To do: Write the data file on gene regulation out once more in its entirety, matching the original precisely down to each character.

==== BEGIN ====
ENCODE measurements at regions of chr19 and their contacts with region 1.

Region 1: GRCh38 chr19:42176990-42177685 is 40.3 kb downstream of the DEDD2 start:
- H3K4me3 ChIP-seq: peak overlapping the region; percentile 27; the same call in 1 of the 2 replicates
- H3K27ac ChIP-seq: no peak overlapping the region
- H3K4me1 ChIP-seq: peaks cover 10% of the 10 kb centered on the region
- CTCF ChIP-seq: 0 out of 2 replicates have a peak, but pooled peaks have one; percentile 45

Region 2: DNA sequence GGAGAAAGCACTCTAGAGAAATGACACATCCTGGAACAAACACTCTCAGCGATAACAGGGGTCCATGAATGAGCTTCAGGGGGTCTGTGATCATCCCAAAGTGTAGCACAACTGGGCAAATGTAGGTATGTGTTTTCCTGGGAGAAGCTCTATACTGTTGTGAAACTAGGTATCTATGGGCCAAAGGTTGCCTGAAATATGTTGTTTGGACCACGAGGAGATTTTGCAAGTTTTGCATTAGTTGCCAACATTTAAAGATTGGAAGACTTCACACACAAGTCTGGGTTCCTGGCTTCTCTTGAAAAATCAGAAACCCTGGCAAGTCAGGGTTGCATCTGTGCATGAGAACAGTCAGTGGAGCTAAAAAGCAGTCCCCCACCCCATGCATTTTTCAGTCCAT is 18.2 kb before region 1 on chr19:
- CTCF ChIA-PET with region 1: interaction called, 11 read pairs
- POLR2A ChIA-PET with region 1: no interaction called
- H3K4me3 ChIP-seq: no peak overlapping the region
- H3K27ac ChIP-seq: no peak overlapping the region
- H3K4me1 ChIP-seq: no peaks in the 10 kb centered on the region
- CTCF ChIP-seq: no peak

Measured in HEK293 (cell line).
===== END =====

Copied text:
ENCODE measurements at regions of chr19 and their contacts with region 1.

Region 1: GRCh38 chr19:42176990-42177685 is 40.3 kb downstream of the DEDD2 start:
- H3K4me3 ChIP-seq: peak overlapping the region; percentile 27; the same call in 1 of the 2 replicates
- H3K27ac ChIP-seq: no peak overlapping the region
- H3K4me1 ChIP-seq: peaks cover 10% of the 10 kb centered on the region
- CTCF ChIP-seq: 0 out of 2 replicates have a peak, but pooled peaks have one; percentile 45

Region 2: DNA sequence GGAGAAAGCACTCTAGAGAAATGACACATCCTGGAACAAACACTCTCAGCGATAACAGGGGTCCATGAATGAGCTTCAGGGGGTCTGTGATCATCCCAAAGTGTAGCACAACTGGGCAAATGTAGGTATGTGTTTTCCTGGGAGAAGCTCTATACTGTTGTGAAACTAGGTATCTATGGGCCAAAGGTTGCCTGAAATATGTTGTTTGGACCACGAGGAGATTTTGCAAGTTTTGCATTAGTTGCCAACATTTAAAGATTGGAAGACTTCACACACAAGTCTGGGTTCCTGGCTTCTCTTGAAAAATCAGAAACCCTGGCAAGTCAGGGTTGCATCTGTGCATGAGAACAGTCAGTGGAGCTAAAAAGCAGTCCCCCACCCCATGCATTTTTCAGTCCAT is 18.2 kb before region 1 on chr19:
- CTCF ChIA-PET with region 1: interaction called, 11 read pairs
- POLR2A ChIA-PET with region 1: no interaction called
- H3K4me3 ChIP-seq: no peak overlapping the region
- H3K27ac ChIP-seq: no peak overlapping the region
- H3K4me1 ChIP-seq: no peaks in the 10 kb centered on the region
- CTCF ChIP-seq: no peak

Measured in HEK293 (cell line).